Measurement of fasting blood glucose, glucose tolerance, and insulin sensitivity
The mice were fasted for 16 hours and the concentrations of blood glucose in individual mice were measured using an OneTouch ultra blood glucose meter (LifeScan, Milpitas, USA). Glucose tolerance in individual mice was injected intraperitoneally with 2 g/kg glucose (Sigma) and their blood glucose concentrations were measured at 15, 30, 60, 90, 120 and 180 min post challenge and the areas of under the curve (AUC) of blood glucose levels were calculated. For insulin tolerance tests, non-fasted individual mice were measured for the concentrations of blood glucose as 0 time point and injected intraperitoneally with 0.75 units/kg of human regular insulin (Eli Lilly, Indianapolis, USA). Subsequently, the concentrations of blood glucose were measured at 15, 30, 60, 90, 120 and 150 min post insulin injection. The changes in the percentage of blood glucose relative to the values at 0 time point for individual mice were calculated.
Histological analysis of visceral adipose tissue
At the end of the experiments, mice were sacrificed and their visceral adipose tissue (VAT) were dissected and weighed. One portion of the VAT was fixed with 4% paraformaldehyde for 24 hours and the VAT sections at 5 µm were stained with Toluidine blue O. A total 5 sections from individual mice of each group (n = 8) were examined in a blinded fashion using the Lplab image analysis software.
Another portion of the VAT was fixed with the Bouin buffer for 48 hours and then paraffin-embedded. Their sections at 5 µm of 100 µm intervals were rehydrated, treated with 3% of H202 in methanol, and subjected to antigen retrieval with 0.01 M sodium citrate buffer (pH 6.0) in a high pressure-steamer. Subsequently, these sections were blocked sequentially with a biotin blocking system (Dako) and 20% of FBS in PBS. The sections were probed with biotinylated anti-F4/80 (PharMigen, San Diego, USA) overnight at 4°C. After washing, the immunocomplex was visualized using HRP-striptoavidin (Dako) and the peroxidase substrate diaminobenzidine (DAB, Dako), followed by counterstaining with hematoxylin and examination under a light microscope. A total of 400 nuclei from 5 fields of 5 sections of each mouse were counted in a blinded manner and the percentage of macrophage infiltrates was calculated.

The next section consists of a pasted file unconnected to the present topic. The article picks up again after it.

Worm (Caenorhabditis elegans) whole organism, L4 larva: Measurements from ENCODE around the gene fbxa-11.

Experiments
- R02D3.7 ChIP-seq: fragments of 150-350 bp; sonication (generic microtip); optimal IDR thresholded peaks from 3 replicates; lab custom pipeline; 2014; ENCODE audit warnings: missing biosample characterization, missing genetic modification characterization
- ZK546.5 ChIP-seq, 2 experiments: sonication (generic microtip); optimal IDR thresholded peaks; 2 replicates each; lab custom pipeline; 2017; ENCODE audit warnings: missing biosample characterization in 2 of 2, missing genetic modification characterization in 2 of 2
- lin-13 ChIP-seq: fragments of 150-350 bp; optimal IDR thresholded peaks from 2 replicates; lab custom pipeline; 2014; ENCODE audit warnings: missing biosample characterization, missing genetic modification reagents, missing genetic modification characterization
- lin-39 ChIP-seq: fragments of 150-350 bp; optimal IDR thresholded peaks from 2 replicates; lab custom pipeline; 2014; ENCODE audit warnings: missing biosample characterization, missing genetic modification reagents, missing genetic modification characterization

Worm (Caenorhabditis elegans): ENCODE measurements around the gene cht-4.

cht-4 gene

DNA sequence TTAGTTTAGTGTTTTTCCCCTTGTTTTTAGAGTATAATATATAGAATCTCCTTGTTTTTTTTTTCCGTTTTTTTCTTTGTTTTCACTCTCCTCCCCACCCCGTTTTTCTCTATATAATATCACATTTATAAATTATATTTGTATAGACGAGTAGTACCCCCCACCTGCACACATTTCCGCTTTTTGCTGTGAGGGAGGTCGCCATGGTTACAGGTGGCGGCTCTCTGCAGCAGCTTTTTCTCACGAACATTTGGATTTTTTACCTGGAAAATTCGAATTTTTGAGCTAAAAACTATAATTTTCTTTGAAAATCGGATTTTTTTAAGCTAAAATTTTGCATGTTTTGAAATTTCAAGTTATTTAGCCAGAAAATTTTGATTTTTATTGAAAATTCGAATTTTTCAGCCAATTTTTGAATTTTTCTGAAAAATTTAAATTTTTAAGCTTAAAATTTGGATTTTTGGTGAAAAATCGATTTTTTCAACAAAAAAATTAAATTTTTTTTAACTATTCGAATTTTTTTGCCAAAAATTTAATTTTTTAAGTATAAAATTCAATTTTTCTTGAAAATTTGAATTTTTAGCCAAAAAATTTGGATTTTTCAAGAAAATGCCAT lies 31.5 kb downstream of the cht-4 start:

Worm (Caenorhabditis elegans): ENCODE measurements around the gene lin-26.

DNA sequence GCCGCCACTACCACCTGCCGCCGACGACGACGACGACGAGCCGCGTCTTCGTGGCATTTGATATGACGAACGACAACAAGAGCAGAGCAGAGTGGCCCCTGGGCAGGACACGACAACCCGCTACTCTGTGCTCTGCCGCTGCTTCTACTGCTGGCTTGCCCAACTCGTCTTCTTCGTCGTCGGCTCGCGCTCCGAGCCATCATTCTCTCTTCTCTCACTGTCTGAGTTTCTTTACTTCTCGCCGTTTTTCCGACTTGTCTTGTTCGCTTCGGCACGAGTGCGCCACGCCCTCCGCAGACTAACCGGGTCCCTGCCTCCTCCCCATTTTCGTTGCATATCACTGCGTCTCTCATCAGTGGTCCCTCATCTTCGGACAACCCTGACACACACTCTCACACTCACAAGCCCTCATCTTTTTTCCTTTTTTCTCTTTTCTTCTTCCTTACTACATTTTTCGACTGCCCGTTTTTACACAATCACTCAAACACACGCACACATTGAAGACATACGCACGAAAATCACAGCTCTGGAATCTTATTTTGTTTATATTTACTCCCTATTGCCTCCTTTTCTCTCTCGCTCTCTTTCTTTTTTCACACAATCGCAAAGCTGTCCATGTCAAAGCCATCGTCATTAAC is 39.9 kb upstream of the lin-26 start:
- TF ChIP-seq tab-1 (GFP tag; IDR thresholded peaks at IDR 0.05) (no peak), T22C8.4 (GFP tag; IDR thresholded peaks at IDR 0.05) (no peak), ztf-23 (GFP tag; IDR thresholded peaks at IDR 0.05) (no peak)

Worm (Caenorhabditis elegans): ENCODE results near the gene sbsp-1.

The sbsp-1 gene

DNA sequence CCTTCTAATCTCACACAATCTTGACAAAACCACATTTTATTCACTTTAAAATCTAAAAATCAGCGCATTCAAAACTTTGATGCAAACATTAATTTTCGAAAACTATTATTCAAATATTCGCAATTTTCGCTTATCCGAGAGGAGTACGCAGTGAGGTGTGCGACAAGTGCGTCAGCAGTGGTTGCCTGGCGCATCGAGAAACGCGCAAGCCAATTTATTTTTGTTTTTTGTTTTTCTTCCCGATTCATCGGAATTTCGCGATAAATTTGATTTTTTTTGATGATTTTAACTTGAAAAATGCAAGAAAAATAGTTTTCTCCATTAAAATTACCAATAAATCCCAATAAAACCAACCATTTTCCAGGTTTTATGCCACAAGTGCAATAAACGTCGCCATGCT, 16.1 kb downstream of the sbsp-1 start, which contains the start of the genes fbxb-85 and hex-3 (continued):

Flow cytometry analysis
Groups of C57BL/6 mice were fed with plain water or water containing 2 mg/ml of GABA for 4 weeks. Their splenic mononuclear cells were prepared and the frequency of CD4+Foxp3+ Tregs was characterized by flow cytometry analysis. Briefly, splenic mononuclear cells (106/tube) were treated in duplicate with anti-CD16/32 on ice for 20 minutes. After washing, the cells were stained with FITC-anti-CD4 (BD PharMigen, San Diego, USA) for 25 minutes, fixed, permeabilized and stained with PE-anti-Foxp3 or isotype control (Biolegend, San Diego. USA), respectively. After washing, the cells were characterized by flow cytometry analysis and the percentage of CD4+Foxp3+ cells in total CD4+ T cells was calculated.
Statistical analysis
Data are expressed as mean or mean ± SD of each group of mice. The difference between groups was analyzed by Students' t-test and X2 test. The potential correlation between measures was analyzed by Sperman's correlation analysis. A p value of less than 0.05 was considered statistically significant.
Oral treatment with GABA does not change the amounts of water and food consumed, but significantly reduces the gain of body weight in HFD-fed mice